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AG Sessions Signals End To Federal Interference In Local Policing

AG Sessions Signals End To Federal Interference In Local Policing

Photo credit: Michael B. Thomas/Getty Images

Under the Obama administration, 14 police departments around the country entered into a “consent decree” with the U.S. Department of Justice. This means they agreed to have policing practices—including officer behavior in response to specific 911 calls—monitored and reviewed.

Police One reports that the monitor is “often … a federal judge or another third party.”

Such decrees normally follow accusations of the use of “excessive force,” which can result from a cell phone video of an officer-involved shooting or a complaint by an eyewitness or advocacy group on behalf of an individual arrested or singled out for questioning.

New Attorney General Jeff Sessions is signaling a change in this policy because of the way it can shackle officers, preventing them from carrying out their jobs effectively.

A column by The Hill’s opinion contributor, A. Benjamin Mannes, pointed to the inefficiency and burdensome paperwork/filings that Seattle’s Police Department faces via their “consent decree” with the DOJ.New Attorney General Jeff Sessions is signaling a change in this policy because of the way it can shackle officers, preventing them from carrying out their jobs effectively.

“Seattle, which has less than 1,500 officers policing a city of 650,000; has had its booking time tripled since the advent of the consent decree; requiring lengthy, obtrusive officer questionnaires that delve far beyond the probable cause necessary for the arrest,” Mannes wrote. “As the booking time is tripled, the arresting officer is off the street and not covering their sector, leaving the area more vulnerable to crime.”

Mannes points out that the DOJ seeks “consent decrees” after investigating a police department, but he notes that such an investigation is often carried out by “investigators in the field … [with] no field law enforcement experience, and [use] mainly anecdotal evidence from members of a high-crime community which [include] those facing criminal charges; with little to no independent corroboration.”

The Baltimore Sun’s report on how Seattle came to the point of accepting a “consent decree” appears to substantiate Mannes’ point:

Federal investigators in 2011 determined that Seattle police had engaged in a practice of excessive force, especially when using batons and flashlights. They also found that a small number of officers was responsible for a large percentage of excessive force incidents and that the department had no adequate system to identify them. Out of the "approximately 1,230 internal use of force reports" that investigators reviewed from a 27-month year period, "only five were referred for 'further review' at any level within the Seattle police department," federal records show.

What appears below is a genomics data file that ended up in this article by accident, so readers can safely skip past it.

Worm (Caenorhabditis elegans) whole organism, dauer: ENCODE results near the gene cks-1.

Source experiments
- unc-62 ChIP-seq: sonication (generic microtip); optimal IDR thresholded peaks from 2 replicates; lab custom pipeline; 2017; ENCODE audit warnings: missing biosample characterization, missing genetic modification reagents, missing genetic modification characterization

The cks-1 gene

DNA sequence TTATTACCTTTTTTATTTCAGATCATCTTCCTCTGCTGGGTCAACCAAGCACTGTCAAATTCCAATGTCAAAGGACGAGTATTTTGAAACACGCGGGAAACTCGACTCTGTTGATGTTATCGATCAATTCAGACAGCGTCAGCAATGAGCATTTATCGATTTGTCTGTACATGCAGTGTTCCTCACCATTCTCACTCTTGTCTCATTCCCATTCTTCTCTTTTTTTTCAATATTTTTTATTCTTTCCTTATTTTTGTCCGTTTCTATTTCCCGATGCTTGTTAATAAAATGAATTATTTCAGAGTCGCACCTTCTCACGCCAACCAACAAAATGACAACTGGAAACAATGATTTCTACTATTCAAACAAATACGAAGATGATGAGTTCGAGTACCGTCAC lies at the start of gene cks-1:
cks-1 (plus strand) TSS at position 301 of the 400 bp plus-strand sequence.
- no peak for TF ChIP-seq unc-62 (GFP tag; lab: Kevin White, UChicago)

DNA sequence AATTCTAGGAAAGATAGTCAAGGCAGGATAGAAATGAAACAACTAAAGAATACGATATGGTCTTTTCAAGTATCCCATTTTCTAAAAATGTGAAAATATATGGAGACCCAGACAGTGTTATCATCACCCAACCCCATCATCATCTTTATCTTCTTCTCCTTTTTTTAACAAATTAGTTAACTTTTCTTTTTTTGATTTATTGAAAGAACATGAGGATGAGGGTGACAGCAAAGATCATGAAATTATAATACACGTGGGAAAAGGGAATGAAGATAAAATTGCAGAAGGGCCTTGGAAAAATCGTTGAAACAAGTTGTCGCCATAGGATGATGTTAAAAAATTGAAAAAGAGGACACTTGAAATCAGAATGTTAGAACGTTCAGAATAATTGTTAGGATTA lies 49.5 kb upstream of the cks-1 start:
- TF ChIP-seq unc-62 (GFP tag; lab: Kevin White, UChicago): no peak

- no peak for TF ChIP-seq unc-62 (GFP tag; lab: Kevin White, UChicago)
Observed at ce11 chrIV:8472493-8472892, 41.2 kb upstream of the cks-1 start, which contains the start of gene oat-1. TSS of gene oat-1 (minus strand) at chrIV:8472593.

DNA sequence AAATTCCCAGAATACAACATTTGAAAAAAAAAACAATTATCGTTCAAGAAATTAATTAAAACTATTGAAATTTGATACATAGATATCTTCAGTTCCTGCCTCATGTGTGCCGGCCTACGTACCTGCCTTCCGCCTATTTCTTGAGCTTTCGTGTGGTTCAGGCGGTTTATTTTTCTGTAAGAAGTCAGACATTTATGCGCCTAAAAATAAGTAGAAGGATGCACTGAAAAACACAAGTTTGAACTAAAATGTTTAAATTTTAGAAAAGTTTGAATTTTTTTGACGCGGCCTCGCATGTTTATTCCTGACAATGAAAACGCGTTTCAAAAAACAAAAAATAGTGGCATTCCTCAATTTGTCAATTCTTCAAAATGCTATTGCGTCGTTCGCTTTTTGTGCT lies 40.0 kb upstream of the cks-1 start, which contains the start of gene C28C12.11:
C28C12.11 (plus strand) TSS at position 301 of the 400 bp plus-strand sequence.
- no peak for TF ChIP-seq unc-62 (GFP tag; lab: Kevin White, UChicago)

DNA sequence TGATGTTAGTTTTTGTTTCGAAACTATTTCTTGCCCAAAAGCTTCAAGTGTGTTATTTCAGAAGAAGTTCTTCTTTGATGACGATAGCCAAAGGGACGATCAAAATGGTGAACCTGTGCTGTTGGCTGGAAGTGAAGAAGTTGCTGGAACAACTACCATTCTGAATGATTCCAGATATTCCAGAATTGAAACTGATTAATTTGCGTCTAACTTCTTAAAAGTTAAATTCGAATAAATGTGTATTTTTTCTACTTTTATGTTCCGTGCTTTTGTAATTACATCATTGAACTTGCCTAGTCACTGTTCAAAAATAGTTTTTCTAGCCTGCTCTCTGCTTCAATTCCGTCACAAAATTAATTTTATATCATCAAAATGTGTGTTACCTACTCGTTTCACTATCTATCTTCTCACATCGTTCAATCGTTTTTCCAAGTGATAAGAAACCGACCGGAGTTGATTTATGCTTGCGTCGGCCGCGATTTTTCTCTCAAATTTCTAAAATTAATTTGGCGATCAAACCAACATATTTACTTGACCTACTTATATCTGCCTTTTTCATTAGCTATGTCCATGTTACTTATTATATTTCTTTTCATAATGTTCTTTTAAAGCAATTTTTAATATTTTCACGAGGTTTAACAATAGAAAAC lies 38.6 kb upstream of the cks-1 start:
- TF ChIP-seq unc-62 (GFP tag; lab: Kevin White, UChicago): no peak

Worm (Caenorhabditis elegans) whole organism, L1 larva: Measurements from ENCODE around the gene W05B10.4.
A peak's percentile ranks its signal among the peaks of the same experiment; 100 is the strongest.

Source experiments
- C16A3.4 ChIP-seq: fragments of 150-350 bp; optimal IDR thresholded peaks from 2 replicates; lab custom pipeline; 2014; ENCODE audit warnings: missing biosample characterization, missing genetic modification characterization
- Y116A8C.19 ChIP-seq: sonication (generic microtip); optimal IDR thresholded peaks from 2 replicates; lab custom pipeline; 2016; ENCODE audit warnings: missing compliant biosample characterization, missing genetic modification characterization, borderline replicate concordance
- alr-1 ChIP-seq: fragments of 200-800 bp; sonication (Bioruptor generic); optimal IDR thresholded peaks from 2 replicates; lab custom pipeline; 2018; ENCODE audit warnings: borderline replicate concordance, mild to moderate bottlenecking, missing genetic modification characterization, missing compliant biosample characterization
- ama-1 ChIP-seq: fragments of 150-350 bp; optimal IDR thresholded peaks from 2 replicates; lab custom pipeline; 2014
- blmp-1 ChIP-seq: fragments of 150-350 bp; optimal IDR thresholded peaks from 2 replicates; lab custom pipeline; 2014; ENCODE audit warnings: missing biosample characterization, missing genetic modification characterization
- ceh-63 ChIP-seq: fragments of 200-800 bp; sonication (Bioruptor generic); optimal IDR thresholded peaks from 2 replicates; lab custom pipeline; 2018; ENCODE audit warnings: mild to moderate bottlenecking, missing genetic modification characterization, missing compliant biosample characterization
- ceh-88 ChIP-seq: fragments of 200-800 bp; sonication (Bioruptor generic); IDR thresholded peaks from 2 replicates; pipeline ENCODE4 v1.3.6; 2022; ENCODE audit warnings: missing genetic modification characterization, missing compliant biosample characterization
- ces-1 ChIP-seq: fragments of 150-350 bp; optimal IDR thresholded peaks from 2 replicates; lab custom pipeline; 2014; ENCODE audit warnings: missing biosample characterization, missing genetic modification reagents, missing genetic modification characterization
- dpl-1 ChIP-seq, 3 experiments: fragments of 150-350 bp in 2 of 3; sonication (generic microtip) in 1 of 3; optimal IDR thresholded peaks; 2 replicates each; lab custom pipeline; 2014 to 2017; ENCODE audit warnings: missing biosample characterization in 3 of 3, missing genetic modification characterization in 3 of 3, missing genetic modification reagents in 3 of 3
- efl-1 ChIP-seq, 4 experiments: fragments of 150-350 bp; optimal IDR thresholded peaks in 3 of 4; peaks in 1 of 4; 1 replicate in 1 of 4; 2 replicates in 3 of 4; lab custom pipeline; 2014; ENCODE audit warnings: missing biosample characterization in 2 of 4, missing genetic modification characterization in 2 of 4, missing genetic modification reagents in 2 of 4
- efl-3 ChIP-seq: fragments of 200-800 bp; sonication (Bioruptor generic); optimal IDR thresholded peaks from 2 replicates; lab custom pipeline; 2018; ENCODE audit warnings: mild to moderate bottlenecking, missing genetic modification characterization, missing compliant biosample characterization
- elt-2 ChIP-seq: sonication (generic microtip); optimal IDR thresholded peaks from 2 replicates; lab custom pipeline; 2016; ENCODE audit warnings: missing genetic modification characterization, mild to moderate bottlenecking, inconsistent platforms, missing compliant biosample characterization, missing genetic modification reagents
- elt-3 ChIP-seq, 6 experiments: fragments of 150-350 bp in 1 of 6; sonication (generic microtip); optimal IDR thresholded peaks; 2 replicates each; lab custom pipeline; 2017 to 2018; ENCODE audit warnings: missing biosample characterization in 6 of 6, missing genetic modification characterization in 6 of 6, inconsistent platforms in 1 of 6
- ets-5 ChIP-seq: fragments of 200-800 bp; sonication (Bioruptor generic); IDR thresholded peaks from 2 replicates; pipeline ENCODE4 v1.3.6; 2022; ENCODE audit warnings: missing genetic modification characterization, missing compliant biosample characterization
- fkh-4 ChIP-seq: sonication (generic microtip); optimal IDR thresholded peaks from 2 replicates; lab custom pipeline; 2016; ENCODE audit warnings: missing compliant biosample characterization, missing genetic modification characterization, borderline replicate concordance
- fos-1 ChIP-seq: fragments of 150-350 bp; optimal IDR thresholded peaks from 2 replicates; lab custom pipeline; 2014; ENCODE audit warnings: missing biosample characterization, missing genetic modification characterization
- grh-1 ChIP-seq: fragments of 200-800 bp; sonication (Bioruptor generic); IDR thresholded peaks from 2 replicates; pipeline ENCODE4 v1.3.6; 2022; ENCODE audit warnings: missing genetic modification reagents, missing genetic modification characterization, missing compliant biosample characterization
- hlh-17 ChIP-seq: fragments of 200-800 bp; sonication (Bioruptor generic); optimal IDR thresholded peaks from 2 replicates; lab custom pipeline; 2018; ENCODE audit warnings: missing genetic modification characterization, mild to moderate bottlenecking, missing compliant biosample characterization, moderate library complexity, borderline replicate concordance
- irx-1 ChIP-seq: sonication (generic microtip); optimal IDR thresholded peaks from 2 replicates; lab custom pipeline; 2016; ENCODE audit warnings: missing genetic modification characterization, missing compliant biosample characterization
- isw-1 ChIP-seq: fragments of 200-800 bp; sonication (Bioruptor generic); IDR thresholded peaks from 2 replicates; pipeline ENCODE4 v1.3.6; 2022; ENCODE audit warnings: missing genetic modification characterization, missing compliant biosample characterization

Note: “A small number of officers” was responsible for the complaints filed against the overall force, yet Seattle entered into a “consent decree” one year later.

These decrees have caused officers in other departments to refrain from using force, even to hesitate from drawing their guns when the situation calls for it. In other words, the decrees force officers to second-guess themselves and possibly to put the department’s public relations reputation above personal safety.

Yet in cities like Baltimore and Chicago—both of which have “consent decrees” with the DOJ—murder and violence continue unabated. This is another important point: Legal mechanisms that force officers to ignore their training and common sense in exchange for inefficient policies are correlating with death and mayhem in Baltimore and Chicago.… the decrees force officers to second-guess themselves and possibly to put the department’s public relations reputation above personal safety.

Consider the fact that approximately 95 people had already been murdered in Baltimore by Wednesday. At such a pace, Baltimore is on track for the same number of murders witnessed in that city in 2016. And that is saying a lot when you consider that 318 people were murdered in Baltimore last year, making it the second deadliest year on record. 2017 is on track to hit a similar level of homicides with the “consent decree” in place.

Meanwhile, according to the Chicago Tribune, there were 786 homicides in the Windy City in 2016, and already 170 by the time of this writing. With 11 more days left in April and eight more months after that, Chicago could easily witness the same number of homicides it saw in 2017, if not more.

Given the totality of these things—the way “consent decrees” shackle whole departments over the behavior of a few officers, the way they increase inefficiency, and the way murder in cities like Baltimore and Chicago continues apace with the decrees in place—AG Sessions is signaling a change. CNN reported that he made this clear during his January Senate confirmation hearings.

“I think there is concern that good police officers and good departments can be sued by the Department of Justice when you just have individuals within a department that have done wrong,” Sessions said. “These lawsuits undermine the respect for police officers and create an impression that the entire department is not doing their work consistent with fidelity to law and fairness, and we need to be careful before we do that.”

AWR Hawkins is the Second Amendment columnist for Breitbart News and host of Bullets with AWR Hawkins, a Breitbart News podcast. He is also the political analyst for Armed American Radio. Follow him on Twitter @AWRHawkins, or reach him directly at awrhawkins@breitbart.com.